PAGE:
The Dutch Equal Treatment Commission found Monday that the Regional Education Center in the city of Utrecht illegally “discriminated, indirectly, on the basis of religion,” when it rejected Fatima Amghar for its program.
Amghar, 20, said her religious beliefs forbid her from having physical contact with men over the age of 12.
The school rejected her application, arguing that shaking hands was routine for a teaching assistant in Dutch society.
But “there are other conceivable manners of greeting that can be considered proper and respectful,” the commission ruled.
It warned that Dutch schools risk excluding Muslim women from society unless they find a way to accommodate their beliefs.
Amghar’s case is the latest in a series of decisions on the behavior of Muslims in the Netherlands.
The same commission ruled last year against an Islamic school that refused to accept a Muslim woman for a teaching position because she refused to wear a headscarf.
In 2004, another Muslim woman won her case when she complained that she was barred from entering a restaurant in The Hague for wearing a headscarf.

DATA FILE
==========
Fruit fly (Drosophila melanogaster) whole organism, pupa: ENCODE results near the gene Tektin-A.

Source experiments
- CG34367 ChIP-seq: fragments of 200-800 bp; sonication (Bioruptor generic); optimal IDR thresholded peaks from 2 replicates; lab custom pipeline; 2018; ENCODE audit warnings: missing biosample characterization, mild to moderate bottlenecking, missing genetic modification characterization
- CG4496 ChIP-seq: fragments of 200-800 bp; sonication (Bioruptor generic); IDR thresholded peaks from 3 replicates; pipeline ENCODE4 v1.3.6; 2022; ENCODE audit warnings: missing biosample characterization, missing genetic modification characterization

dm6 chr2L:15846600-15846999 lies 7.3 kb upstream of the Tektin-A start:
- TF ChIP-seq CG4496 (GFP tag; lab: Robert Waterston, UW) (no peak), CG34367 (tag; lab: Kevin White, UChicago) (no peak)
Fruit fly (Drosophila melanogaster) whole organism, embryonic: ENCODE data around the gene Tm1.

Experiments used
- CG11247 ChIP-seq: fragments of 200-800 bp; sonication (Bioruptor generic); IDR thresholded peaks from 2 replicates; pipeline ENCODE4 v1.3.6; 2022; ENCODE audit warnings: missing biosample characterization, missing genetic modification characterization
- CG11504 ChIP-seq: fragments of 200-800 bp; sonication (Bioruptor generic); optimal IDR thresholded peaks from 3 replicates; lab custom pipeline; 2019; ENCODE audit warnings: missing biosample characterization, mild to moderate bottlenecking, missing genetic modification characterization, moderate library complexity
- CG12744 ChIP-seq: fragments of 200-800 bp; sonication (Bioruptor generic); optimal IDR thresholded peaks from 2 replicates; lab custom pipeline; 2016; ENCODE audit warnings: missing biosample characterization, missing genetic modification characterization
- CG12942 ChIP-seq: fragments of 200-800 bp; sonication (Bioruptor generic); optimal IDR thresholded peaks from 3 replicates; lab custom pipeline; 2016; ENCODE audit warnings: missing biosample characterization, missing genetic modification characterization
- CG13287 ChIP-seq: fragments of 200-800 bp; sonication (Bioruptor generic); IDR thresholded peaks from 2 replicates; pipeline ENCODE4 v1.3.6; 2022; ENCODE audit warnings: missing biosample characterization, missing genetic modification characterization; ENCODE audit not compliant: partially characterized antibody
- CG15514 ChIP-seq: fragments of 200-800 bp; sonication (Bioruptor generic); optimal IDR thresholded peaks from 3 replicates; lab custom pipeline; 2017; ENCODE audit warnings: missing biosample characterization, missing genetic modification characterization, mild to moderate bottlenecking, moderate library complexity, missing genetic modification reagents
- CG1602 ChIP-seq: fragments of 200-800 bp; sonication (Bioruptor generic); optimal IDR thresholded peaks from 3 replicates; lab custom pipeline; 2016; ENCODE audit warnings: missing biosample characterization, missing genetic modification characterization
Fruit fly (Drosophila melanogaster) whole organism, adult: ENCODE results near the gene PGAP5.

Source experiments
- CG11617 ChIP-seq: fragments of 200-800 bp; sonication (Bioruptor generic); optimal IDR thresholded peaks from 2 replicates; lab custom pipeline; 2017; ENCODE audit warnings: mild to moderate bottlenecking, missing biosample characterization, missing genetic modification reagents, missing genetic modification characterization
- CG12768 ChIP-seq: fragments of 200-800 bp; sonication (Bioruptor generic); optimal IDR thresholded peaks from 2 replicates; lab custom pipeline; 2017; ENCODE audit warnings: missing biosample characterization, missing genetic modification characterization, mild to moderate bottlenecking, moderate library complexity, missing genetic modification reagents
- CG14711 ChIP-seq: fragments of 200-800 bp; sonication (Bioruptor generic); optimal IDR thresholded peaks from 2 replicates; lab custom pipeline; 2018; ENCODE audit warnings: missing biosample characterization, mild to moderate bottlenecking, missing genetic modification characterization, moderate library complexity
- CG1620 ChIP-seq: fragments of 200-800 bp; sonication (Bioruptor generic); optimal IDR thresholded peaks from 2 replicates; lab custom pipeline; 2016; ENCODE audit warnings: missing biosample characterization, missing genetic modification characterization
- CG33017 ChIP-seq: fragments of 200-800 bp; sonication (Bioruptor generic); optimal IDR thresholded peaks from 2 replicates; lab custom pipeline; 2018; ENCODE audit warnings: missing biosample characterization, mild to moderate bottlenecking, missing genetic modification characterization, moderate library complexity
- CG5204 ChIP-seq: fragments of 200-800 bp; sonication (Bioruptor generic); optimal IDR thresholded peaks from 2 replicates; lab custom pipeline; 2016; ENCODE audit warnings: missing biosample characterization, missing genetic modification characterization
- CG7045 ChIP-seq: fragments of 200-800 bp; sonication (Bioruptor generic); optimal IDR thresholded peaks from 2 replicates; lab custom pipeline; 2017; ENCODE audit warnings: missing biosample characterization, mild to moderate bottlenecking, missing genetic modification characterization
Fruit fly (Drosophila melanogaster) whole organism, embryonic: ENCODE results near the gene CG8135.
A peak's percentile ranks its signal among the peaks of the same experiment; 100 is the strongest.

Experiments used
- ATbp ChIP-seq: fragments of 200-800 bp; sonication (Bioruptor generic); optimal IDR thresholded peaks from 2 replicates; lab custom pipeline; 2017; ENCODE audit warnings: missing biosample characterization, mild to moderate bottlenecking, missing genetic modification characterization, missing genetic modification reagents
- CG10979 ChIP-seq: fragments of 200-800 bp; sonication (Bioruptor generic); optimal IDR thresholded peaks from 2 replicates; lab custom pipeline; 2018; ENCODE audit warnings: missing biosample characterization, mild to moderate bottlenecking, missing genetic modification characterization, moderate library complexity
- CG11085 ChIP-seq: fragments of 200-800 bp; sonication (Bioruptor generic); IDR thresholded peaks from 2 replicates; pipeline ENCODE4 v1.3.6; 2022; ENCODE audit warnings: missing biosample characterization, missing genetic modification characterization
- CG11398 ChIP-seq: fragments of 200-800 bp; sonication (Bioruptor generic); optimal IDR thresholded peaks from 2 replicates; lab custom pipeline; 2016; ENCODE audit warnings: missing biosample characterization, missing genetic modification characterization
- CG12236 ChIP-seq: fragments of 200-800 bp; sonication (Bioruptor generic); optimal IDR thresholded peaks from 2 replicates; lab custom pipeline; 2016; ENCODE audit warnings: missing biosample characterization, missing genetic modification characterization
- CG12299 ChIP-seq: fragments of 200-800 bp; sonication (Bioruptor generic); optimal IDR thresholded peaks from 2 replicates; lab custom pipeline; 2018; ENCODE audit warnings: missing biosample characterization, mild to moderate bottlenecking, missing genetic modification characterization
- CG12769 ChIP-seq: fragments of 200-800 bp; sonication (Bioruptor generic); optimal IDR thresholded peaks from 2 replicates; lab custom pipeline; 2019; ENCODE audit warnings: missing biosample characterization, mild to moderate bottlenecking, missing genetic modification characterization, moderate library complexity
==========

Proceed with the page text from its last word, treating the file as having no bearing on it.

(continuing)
After France banned the wearing of headscarves in public schools, the Dutch government decided to leave that question up to individual schools. Most allow headscarves.
However, four months ago parliament approved a ban on wearing the all-covering burqa in public.
The City of Utrecht cut some welfare benefits to unemployed women who insist on wearing burqas to job interviews. The city claimed the women were using the burqa to avoid working, since they knew they wouldn’t be hired.
Muslims comprise six percent of Dutch society. Most are first or second generation immigrants from Turkey and Morocco, where the burqa is not common.
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